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Greatest Common Factor and Least Common Multiple

6.NS.B.4
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Aligned To Common Core Standard:

Grade 6 Numbers - 6.NS.B.4

What is the Greatest Common Factor and Least Common Multiple? They both fall under the umbrella of Factorization. Let us discuss both of these terms individually. Least Common Multiple (LCM) - A common multiple is a number which is a multiple of two or more than two numbers. The least common multiple of two numbers is the smallest number which is the multiple of both of the numbers mentioned above. LCM can be found out by multiplying one of the two numbers by the prime factors of the second number; that the two numbers do not have two prime factors collectively. Let us consider an example 16 and 24, who’s prime factors are as follows. 16 = 2 x 2 x 2 x 2 24 = 2 x 2 x 2 x 3 The number which is different in all the common prime factors is 3. So, we multiply 16 by three and the LCM of both numbers becomes 48. Greatest Common Factor (GCF) - The greatest common factor is defined as the greatest factor, which found within two or more numbers. In other words, if we have to find the GCF of 16 and 24, we will follow the steps given below. 16 = 2 x 2 x 2 x 2 24 = 2 x 2 x 2 x 3 Now, we see that three factors are common in both numbers, which are also underlined. The product of these three numbers is 2 x 2 x 2 = 8. The GCF 16 and 24 is 8.

Printable Worksheets And Lessons


  • GCF and LCM Step-by-step Lesson- We go over both skills in detail. You will learn when they are used and how to find them.

  • Guided Lesson - The skill is stepped up just a bit because we introduce finding the GCF and LCM between 3 numbers.


  • Guided Lesson Explanation - Yeah, I get it! I went a little overboard with the explanation on this, but kids usually get it when they see it this way.


  • Practice Worksheet - Kind of a drill and kill worksheet on the two skills. This is our most popular worksheet in this section.


  • Common Factors Five Pack - This pack of five worksheets will help you with exercises that have you determine both the GCF and LCM of values.


  • Least Common Multiple Five Pack - 50 lcm problems for you to take by the horns.


  • Matching Worksheet - This just picks up where the practice sheet left off. More practice can never hurt!


Homework Sheets

Each sheet works on an individual skill. In this case, we focus on GCF twice and LCM once.

  • Homework 1 - We know that the greatest common factor is the greatest whole number that is a factor of each of the numbers.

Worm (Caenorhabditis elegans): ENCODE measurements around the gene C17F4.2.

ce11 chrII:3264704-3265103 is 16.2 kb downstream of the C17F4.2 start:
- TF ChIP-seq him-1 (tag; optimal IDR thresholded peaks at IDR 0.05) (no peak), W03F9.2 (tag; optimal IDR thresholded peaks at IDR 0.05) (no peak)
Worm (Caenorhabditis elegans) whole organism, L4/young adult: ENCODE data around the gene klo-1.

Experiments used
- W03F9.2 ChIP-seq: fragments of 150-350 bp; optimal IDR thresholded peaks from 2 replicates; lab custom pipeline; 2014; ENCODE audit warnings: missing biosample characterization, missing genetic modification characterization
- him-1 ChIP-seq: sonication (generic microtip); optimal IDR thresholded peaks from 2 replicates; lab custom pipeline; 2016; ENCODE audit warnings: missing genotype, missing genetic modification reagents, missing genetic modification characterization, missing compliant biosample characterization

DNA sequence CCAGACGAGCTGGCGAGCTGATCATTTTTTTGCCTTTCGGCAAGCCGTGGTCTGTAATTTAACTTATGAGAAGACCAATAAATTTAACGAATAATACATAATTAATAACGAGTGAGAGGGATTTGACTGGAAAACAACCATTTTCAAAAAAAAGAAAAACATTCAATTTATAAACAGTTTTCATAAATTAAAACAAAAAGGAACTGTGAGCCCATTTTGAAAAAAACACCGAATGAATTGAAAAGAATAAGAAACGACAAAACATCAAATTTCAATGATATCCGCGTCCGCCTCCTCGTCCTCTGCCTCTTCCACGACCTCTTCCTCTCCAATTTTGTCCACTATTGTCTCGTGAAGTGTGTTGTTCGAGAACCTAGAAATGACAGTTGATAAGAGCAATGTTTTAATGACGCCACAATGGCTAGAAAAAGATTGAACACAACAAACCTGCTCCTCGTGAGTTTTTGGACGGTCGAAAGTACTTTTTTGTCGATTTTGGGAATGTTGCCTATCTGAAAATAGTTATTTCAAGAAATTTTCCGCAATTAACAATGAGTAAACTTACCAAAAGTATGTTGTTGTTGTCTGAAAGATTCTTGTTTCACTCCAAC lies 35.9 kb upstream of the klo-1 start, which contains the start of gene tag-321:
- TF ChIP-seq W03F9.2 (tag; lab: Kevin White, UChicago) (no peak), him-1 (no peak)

• Homework 2 - List the multiples of each number. Find the lowest number that appears in both lists.
  • Homework 3 - The greatest common factor of 12, 9, and 3 is _____.



Practice Worksheets

I put my own unique twist on these for you. This will help you learn both skills quickly.

  • Practice 1 - What is the least common multiple of: 5, 10, 15
  • Practice 2 - What is the greatest common factor of these integers? 15 and 35
  • Practice 3 - A mix of GCF and LCM problems. To see where you sit with this skill.



Math Skill Quizzes

We bounce between the different skills set forth by the standard here. These quizzes are really good for seeing how well you know this skill.

  • Quiz 1 - Find the GCF of 16 and 20. Look for commonality in the values.
  • Quiz 2 - What is the LCM of 8 and 12?
  • Quiz 3 - What is the GCF of these three integers? 12, 14, 16. Work through all the values you can think of mentally.


When Do We Use This Calculation in The Real World?

The GCF is used in situations where you need to break up things into smaller pieces. It can also be used to equally scatter groups of items into larger groups. One of the most common applications of this is to place things into rows and columns, like a spreadsheet. We almost subconsciously use this skill to help us simply fractions, especially in ratios. In fact, this skill is the fundamental ratio math. The LCM helps us evaluate things that are repeating multiple times. This helps us both predict repeating behavior or exploring and explaining commonalities between two separate events. This lends itself to being a way to calculate fairness in distribution. This is what we would use to make sure we were evenly distribute snacks at a party when you have a greater population in one area of the party and smaller crowd in another area. This skill has countless applications and this one situation that it fits. Both of these techniques are used by most adults every day. If you ever shop in a grocery store and are trying to determine what the best deal is, remember this big time!